here we have an orange mark on the left upper arm, and on the right.. it's 23R6L. I'm sorry, I did that wrong. It's 3R and 6R, and the numbers just represent the different placements on the body, and the letter stands for the color. This is upper arm, left, red, upper arm right, red. Cecil, the other bag's hanging off your light, if you hold it I can drop these guys right in. and we marked over 40 Colorado River toads at this tank. So far out of the two we've looked at, they've both been marked. I don't' see anything¿
slow down¿ so here we have an unmarked individual. We'll bag him - he gets to go back to his friends here shortly. Nothing¿ nothing. Okay, another unmarked. Exhale, exhale. Another unmarked. (slides into bag) seee anything? Nope? Unmarked. Another unmarked.

1:20:29
what did bufo refer to?

1:20:36
it's the latin word for toad. And bufo bufo was the first one named in that family, it's a European toad, the original toad.

1:20:55
you've got to mjch tirght there
they're both, let's look for another mark.
You think those are both for the lower leg? Or upper leg.. see how its? Looks like two separate¿

1:21:26
this one is.. 1, 2¿ R11? Yep
11R¿ okay
go ahead and put him in .. okay, little lady. And it's looking like this little girl does not. (bagging sounds)

1:22:06
what's the ratio so far? About 33 percent.. there are a lot more toads out there than we thought.

1:22:23
okay, so this one is the right forearm¿ hold it again?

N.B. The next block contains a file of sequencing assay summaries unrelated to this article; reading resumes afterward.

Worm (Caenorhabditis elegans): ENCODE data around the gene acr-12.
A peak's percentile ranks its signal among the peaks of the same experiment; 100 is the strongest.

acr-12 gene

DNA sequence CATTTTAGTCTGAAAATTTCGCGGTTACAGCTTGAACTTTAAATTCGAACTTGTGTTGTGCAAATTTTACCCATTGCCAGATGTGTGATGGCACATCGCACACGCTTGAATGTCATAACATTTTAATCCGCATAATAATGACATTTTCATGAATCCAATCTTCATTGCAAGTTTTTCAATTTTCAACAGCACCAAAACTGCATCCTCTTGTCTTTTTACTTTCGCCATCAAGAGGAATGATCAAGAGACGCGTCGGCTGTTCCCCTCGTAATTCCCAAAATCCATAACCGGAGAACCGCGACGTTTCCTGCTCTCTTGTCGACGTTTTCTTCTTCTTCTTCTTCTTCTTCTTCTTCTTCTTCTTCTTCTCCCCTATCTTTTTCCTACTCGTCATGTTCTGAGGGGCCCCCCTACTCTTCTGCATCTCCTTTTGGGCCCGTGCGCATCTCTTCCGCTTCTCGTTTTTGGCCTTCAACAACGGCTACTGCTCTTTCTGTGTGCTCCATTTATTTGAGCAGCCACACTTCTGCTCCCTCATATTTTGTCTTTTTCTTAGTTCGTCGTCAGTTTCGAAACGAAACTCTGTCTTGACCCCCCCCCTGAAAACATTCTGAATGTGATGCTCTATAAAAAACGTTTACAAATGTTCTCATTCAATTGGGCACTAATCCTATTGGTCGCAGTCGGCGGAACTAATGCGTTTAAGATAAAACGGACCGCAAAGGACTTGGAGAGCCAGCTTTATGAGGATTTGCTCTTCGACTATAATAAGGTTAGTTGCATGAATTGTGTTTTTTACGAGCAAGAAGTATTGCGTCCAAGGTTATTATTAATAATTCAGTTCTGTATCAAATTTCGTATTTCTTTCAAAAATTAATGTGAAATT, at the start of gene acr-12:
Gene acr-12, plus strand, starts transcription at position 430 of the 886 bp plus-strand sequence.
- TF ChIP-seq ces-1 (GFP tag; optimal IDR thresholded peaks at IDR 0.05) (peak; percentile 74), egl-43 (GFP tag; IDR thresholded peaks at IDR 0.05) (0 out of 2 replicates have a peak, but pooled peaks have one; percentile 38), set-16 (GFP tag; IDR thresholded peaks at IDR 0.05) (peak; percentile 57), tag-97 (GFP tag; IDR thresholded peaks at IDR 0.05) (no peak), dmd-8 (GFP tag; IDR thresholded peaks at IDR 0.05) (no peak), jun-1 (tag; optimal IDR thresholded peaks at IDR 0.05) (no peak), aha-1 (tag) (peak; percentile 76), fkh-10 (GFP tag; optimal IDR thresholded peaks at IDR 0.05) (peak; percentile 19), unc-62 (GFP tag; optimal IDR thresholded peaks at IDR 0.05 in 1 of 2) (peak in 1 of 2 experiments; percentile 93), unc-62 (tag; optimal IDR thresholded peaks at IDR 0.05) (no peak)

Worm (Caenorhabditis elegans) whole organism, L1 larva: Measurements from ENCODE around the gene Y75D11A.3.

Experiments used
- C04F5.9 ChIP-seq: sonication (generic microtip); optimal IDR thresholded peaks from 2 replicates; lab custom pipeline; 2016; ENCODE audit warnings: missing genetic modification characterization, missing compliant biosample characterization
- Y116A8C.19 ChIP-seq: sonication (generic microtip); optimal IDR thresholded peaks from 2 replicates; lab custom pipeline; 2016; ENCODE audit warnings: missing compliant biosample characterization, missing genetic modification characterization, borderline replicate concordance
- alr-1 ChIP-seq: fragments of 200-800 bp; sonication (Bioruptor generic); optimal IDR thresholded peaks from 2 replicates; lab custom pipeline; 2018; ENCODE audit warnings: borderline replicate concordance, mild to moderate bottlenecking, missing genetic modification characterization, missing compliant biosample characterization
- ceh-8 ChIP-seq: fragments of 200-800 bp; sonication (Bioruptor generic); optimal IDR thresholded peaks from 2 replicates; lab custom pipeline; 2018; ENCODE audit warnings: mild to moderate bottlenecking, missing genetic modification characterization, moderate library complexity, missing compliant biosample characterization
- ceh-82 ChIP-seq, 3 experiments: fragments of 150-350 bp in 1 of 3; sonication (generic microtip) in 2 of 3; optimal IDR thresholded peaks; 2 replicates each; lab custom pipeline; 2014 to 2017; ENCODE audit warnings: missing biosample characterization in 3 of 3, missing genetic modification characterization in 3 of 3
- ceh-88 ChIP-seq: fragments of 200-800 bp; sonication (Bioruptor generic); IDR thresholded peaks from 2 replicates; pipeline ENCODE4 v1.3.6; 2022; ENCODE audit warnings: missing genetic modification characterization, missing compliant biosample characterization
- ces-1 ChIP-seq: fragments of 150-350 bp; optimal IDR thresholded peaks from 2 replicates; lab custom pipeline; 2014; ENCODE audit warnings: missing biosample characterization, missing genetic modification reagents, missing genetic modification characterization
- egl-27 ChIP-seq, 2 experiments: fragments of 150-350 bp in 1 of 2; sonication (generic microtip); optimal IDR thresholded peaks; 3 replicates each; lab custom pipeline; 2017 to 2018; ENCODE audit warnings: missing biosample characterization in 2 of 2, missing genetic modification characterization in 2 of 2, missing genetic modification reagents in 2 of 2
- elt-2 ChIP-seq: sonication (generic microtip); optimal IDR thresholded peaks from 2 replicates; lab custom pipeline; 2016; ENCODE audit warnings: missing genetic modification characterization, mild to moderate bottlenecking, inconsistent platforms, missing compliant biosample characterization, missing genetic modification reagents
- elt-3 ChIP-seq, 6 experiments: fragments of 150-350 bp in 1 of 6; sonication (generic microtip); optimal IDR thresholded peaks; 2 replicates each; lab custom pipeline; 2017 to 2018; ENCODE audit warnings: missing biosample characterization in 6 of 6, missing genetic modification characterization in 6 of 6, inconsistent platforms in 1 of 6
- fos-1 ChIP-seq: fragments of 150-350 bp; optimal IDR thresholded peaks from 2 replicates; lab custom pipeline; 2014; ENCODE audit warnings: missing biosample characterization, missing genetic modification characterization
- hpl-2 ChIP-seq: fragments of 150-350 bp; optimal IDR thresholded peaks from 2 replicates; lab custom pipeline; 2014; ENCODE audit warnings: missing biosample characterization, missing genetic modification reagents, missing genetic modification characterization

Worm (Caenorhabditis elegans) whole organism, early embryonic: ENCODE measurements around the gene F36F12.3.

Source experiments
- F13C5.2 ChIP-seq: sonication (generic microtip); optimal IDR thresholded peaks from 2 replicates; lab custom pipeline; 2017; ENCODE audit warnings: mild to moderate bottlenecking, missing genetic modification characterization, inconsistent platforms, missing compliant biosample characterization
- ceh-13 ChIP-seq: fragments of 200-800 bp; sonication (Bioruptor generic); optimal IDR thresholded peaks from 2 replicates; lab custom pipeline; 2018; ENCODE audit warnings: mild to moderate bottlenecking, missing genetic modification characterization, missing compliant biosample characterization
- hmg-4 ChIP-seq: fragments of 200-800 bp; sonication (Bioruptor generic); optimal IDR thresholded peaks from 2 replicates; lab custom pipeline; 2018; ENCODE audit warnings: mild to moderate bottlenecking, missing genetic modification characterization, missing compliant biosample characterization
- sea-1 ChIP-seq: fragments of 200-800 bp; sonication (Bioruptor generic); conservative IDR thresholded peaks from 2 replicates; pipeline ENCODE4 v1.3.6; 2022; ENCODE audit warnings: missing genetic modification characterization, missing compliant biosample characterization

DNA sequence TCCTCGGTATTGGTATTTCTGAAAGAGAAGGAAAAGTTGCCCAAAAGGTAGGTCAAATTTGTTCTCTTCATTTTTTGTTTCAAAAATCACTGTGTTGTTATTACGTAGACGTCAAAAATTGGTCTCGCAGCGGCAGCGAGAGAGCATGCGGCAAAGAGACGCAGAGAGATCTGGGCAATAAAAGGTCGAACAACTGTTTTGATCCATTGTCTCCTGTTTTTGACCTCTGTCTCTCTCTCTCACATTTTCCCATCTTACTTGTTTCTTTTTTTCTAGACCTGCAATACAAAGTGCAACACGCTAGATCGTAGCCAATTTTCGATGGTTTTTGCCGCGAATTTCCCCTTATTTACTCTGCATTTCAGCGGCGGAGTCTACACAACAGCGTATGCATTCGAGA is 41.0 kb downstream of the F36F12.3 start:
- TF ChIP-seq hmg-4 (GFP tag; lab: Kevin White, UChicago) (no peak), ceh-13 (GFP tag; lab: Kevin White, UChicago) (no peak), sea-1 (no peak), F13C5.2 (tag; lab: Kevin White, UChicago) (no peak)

1:22:38
2 R¿ 9 R? yup.. still trying to remember the counts.

1:23:00
gotta be a male.. nope, all right, another unmarked. And we have one more.

1:23:16
this is a young one. Here we go. So that's¿ that is 8.
And 12.
8R 12R.. okay, these are ready for releasing.
So 50%

1:23:40
so we'll have to work with some folks and see what kind of effort we had.

(talk about setting up release)

1:24:07
squeaks

1:24:18
yips, coming and going, amidst other croaks

1:24:34
watery sounds¿ sploshes of footsteps¿ yips

1:24:52
piercing call, very loud

1:24:58
yips continue

1:25:07
piercing stops, starts repeatedly from here ¿

1:26:00
little splash

1:26:19
mumbling¿

1:26:25
do you love these little guys?

1:26:28 CS
I do. I just love coming out and just learning what they do. I love to photograph of these at night, when theyr'e calling or in amplexis. Amphibian photography at night is fantastic, because they're not shy.. I had almost all of the amphibians in Arizona in amplexis, but most of them got burned up in a house fire ¿ (fading in and out).. the heart of my field activity and stuff¿